The 'peasant question', in some form or other, was one that Russian governments faced for hundreds of years. Although it presented itself in many aspects, the essential problem was how to harness a dispersed and backward agriculture to state needs. In the 20th century a transformation-minded Bolshevik Party wrestled with peasant traditionalism, capitalism, low agricultural output and its own ideological preconceptions in an attempt to modernise along socialist lines. Economic development and industrialisation were at the top of the Bolshevik agenda after the Russian Revolution. To meet these goals it was necessary, among other things, to accumulate investment capital for expansion while assuring the kind of expanding food supply necessary for industrial revolution. At first, they tried to do all this within the framework of a mixed capitalist/socialist economy. From 1921 to 1929, after winning a bitter and devastating civil war, the Bolsheviks retreated temporarily from their goals of nationalisation and collectivisation and allowed private land ownership and a free-market agriculture. In 1929 the position changed abruptly when the party leadership decided on a radically leftist scheme involving the 'liquidation' of private trade, rapid and state-planned industrialisation, and collectivisation of agriculture. Today's five-year plans and collective farms are the legacy of that late Twenties decision.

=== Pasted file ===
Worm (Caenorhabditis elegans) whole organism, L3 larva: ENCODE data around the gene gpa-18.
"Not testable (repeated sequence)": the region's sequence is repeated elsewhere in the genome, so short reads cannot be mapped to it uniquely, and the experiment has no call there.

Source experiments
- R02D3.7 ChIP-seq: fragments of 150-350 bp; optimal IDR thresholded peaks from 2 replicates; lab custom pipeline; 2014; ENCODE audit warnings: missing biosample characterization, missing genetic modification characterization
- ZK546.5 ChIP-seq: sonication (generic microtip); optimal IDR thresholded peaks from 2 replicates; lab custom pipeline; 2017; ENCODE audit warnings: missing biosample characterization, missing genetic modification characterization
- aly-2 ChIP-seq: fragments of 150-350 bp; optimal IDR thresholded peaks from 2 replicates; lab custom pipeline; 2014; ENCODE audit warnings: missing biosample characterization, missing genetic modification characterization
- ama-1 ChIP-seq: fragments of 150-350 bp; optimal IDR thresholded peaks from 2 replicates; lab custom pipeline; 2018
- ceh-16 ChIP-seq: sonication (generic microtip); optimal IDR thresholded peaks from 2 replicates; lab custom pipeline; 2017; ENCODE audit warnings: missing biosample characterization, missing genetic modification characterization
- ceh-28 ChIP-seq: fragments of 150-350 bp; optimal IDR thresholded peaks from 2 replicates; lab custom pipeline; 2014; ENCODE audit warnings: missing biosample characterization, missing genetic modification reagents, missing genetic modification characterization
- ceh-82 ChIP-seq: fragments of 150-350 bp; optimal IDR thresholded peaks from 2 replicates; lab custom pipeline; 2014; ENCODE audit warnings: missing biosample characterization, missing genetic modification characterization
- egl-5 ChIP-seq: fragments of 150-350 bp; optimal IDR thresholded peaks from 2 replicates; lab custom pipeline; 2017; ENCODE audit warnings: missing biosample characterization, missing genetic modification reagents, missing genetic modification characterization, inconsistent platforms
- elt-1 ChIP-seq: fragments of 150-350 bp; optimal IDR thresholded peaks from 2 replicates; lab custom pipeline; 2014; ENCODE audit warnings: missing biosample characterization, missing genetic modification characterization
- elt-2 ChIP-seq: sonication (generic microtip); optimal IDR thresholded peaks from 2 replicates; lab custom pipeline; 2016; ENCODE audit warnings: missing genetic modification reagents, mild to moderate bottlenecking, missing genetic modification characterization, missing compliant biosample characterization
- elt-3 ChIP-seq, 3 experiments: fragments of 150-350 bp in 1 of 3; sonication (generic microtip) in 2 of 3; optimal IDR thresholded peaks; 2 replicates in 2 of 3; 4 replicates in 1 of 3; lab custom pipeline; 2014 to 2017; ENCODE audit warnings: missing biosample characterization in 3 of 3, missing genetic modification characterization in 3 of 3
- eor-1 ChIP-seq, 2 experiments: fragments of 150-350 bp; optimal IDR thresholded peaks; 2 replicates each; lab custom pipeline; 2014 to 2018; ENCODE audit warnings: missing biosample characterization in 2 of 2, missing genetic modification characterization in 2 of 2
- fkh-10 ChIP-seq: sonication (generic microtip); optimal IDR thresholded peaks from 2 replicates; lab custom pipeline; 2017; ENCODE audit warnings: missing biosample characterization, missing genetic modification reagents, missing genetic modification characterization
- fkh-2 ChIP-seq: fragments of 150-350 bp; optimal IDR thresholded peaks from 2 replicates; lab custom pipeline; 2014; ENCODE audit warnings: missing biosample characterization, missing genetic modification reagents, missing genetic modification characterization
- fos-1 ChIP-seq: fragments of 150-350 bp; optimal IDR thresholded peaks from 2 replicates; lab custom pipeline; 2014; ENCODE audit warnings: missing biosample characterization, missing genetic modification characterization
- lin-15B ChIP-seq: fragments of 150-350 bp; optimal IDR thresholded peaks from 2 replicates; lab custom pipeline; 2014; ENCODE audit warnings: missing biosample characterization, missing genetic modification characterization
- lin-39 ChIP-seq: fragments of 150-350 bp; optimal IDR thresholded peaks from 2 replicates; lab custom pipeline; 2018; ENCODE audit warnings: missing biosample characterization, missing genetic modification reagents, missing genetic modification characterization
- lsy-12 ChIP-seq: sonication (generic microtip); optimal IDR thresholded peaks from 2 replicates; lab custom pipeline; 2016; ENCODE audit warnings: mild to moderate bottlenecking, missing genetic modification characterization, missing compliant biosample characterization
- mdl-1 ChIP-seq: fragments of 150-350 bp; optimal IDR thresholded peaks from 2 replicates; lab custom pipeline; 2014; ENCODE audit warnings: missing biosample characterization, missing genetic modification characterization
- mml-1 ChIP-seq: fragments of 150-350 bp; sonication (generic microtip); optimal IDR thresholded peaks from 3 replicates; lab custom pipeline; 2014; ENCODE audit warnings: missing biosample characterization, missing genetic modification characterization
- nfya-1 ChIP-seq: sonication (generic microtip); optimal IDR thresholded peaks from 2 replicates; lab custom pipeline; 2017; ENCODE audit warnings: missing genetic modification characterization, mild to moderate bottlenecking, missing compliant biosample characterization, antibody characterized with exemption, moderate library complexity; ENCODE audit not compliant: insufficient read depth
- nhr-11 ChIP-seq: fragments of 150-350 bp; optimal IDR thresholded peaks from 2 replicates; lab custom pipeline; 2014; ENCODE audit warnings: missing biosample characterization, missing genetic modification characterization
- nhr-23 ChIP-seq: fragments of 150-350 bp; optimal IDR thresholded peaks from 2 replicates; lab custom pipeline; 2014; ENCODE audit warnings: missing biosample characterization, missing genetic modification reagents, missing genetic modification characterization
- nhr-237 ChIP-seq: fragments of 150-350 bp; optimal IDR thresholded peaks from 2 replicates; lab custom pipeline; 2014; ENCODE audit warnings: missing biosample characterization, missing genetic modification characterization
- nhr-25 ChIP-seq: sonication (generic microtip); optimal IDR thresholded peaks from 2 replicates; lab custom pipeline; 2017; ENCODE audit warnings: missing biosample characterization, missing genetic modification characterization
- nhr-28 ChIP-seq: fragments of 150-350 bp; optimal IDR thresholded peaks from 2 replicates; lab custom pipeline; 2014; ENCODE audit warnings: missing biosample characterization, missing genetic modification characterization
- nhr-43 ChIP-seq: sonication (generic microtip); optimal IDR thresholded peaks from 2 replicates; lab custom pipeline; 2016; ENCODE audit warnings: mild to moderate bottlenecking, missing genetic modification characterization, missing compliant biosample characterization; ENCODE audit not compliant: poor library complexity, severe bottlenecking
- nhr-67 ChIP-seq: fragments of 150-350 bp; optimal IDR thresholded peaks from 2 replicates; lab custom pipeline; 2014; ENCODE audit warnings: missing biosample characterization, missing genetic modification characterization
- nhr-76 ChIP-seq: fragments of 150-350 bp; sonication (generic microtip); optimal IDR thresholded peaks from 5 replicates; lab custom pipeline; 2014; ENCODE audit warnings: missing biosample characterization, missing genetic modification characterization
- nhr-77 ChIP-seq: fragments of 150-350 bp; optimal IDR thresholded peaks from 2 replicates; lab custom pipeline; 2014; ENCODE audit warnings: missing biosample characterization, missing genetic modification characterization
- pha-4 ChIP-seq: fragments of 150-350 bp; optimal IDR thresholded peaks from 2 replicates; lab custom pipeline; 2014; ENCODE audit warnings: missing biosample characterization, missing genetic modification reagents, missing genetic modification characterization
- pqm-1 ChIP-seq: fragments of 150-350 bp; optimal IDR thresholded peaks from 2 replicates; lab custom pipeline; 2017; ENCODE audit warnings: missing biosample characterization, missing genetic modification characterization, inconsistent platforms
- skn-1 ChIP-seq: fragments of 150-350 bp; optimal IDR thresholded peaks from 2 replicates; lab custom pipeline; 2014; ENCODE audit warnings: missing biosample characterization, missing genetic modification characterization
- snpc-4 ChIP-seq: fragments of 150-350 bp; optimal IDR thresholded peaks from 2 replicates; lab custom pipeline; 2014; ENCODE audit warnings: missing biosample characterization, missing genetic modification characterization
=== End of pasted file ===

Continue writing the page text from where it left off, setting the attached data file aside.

LRB 22 January 1987 | PDF Download